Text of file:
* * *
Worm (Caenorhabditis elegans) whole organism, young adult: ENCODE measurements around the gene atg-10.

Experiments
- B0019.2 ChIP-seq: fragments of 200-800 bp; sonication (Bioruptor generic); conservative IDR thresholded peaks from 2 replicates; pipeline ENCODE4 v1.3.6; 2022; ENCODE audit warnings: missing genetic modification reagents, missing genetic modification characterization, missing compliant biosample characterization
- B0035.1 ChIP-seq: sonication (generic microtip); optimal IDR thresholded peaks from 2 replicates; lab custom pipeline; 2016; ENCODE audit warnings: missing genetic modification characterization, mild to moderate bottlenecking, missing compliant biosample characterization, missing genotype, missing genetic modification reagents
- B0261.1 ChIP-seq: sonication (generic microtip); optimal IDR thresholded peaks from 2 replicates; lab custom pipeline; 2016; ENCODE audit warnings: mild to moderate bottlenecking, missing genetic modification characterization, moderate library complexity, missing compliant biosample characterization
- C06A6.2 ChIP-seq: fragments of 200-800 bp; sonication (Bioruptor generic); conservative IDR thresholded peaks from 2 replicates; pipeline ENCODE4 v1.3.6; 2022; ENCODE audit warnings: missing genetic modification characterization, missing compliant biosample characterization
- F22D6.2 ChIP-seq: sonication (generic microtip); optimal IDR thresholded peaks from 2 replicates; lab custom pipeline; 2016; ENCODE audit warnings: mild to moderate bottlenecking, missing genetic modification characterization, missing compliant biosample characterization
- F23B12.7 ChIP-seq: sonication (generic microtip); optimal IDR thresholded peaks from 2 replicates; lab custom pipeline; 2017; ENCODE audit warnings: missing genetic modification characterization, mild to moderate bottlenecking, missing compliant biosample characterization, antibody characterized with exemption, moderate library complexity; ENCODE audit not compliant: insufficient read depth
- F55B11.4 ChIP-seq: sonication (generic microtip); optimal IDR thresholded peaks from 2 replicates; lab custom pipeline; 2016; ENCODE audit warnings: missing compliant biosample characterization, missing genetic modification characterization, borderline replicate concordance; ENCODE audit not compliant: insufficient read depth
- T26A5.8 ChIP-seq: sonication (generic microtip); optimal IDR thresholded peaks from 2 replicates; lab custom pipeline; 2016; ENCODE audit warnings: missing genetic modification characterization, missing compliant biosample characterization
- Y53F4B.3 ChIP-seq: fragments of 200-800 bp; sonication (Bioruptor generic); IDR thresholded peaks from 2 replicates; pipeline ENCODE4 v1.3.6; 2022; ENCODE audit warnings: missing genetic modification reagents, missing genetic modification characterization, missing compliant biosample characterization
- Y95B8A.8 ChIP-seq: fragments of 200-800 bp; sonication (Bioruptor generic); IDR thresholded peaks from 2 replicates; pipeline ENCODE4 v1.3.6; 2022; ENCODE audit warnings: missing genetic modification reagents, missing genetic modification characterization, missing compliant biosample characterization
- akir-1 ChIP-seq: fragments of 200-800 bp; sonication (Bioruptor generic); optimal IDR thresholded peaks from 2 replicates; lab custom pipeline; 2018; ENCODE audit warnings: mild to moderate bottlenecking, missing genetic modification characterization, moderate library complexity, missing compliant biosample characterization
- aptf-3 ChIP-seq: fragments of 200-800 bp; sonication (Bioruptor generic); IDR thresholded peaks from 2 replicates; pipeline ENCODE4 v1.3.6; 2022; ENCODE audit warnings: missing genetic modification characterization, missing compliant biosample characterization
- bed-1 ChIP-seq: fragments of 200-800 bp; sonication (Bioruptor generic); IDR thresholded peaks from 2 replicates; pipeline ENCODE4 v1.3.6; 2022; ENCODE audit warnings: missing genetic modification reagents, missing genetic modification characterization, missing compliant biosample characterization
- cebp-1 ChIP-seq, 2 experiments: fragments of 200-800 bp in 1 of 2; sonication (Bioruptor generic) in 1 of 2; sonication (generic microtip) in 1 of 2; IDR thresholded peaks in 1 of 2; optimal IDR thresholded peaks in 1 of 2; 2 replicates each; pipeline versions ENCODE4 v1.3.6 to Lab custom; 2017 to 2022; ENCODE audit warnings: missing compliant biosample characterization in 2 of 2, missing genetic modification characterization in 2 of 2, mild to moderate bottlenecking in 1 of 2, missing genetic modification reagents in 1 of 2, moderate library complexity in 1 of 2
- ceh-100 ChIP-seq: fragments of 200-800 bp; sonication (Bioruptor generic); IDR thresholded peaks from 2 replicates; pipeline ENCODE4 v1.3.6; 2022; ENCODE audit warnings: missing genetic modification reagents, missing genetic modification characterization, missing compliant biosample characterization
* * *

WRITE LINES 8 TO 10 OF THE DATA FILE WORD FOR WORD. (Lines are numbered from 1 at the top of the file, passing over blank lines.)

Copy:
- F23B12.7 ChIP-seq: sonication (generic microtip); optimal IDR thresholded peaks from 2 replicates; lab custom pipeline; 2017; ENCODE audit warnings: missing genetic modification characterization, mild to moderate bottlenecking, missing compliant biosample characterization, antibody characterized with exemption, moderate library complexity; ENCODE audit not compliant: insufficient read depth
- F55B11.4 ChIP-seq: sonication (generic microtip); optimal IDR thresholded peaks from 2 replicates; lab custom pipeline; 2016; ENCODE audit warnings: missing compliant biosample characterization, missing genetic modification characterization, borderline replicate concordance; ENCODE audit not compliant: insufficient read depth
- T26A5.8 ChIP-seq: sonication (generic microtip); optimal IDR thresholded peaks from 2 replicates; lab custom pipeline; 2016; ENCODE audit warnings: missing genetic modification characterization, missing compliant biosample characterization